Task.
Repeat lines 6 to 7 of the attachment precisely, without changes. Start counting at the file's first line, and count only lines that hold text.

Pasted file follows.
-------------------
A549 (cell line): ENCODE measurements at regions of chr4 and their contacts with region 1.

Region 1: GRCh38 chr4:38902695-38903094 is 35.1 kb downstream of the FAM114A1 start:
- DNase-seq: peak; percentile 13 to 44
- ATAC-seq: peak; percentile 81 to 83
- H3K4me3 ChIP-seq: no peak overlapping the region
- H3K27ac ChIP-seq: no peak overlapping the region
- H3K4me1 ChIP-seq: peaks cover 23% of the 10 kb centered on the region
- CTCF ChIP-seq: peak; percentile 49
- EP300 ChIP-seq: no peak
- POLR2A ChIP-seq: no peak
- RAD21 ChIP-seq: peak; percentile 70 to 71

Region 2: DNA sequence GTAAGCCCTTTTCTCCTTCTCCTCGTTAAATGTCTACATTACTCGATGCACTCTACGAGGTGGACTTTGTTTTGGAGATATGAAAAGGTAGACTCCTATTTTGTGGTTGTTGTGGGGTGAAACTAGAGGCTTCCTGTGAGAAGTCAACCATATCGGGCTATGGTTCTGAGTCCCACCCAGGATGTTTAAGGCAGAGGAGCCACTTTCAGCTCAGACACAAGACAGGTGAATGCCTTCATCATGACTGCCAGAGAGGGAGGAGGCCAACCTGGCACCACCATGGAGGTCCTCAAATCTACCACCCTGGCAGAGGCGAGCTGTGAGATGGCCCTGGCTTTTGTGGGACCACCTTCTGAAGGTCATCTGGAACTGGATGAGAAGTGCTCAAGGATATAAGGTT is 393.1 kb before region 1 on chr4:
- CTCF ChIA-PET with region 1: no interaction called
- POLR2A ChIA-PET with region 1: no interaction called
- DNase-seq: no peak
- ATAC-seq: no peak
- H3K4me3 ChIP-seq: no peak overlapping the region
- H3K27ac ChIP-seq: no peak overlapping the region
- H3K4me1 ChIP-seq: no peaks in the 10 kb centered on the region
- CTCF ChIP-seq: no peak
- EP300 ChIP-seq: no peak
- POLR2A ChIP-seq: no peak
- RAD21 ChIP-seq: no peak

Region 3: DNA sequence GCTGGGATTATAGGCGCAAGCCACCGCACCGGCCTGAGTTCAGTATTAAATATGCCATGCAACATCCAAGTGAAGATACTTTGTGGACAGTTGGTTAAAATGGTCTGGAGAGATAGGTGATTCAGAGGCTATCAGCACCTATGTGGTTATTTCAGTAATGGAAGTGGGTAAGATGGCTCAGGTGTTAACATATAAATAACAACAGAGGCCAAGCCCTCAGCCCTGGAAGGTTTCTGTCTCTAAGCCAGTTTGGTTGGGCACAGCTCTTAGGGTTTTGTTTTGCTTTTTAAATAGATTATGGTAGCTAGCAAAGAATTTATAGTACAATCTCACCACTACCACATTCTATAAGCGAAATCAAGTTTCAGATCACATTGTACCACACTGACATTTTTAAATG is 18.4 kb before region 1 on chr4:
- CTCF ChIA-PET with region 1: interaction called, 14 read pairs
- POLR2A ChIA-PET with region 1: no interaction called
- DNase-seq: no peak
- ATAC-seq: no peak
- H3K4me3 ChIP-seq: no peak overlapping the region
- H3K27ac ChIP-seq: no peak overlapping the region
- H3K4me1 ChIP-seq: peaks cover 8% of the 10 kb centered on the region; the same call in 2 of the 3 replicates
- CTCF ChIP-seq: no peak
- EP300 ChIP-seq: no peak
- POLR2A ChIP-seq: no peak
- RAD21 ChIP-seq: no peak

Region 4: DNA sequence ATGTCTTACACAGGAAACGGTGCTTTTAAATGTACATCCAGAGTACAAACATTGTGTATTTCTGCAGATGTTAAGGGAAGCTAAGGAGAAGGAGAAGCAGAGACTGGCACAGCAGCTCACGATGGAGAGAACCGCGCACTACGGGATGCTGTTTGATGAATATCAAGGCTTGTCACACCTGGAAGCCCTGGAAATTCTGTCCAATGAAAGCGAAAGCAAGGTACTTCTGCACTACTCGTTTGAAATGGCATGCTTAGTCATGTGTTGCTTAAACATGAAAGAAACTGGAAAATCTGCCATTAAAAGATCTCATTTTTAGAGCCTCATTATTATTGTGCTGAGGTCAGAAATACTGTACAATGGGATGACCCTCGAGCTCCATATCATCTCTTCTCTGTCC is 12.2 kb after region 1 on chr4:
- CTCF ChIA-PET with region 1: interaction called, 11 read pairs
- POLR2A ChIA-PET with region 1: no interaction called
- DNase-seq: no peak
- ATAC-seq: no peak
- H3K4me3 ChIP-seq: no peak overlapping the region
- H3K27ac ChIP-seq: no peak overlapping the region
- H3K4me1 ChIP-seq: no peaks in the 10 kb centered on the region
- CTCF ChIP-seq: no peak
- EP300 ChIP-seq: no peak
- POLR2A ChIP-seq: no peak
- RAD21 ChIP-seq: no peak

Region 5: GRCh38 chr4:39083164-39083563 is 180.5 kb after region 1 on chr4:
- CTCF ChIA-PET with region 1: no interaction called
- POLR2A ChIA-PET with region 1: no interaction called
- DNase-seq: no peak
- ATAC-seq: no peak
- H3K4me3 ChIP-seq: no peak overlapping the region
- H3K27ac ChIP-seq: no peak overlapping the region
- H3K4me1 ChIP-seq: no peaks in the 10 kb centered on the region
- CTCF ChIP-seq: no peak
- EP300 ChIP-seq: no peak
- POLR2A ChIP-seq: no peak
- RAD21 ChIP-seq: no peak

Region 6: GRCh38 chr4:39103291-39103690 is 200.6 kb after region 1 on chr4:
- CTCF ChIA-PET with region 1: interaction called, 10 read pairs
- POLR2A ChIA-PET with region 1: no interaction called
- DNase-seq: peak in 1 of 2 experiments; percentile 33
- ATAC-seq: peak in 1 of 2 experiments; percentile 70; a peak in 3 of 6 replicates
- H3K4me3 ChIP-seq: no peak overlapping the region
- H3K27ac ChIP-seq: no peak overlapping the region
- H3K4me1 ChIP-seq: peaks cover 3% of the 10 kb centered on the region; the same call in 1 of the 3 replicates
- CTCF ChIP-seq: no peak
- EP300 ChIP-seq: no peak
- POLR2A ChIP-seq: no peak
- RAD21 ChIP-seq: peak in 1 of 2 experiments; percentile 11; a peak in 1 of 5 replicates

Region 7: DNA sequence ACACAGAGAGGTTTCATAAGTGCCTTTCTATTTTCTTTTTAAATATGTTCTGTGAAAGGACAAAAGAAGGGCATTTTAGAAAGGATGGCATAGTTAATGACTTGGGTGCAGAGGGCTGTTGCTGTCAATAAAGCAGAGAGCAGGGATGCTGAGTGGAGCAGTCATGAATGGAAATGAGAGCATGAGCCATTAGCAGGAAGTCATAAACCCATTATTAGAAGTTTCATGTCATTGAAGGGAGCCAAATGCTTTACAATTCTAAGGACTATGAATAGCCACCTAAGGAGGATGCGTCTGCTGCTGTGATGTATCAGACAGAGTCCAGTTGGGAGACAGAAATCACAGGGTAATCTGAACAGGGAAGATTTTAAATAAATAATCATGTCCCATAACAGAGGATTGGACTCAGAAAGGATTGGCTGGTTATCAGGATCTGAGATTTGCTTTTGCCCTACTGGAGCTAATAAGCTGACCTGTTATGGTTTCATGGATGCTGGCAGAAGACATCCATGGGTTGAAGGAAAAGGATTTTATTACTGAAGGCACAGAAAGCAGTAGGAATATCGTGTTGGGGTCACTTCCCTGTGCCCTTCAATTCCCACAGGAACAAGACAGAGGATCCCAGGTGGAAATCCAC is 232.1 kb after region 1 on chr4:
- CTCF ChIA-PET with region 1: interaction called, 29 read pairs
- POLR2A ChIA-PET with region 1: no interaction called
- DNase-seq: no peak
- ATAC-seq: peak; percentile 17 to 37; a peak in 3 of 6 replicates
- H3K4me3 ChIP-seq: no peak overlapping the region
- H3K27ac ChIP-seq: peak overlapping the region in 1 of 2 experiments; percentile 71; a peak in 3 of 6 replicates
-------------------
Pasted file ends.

- H3K27ac ChIP-seq: no peak overlapping the region
- H3K4me1 ChIP-seq: peaks cover 23% of the 10 kb centered on the region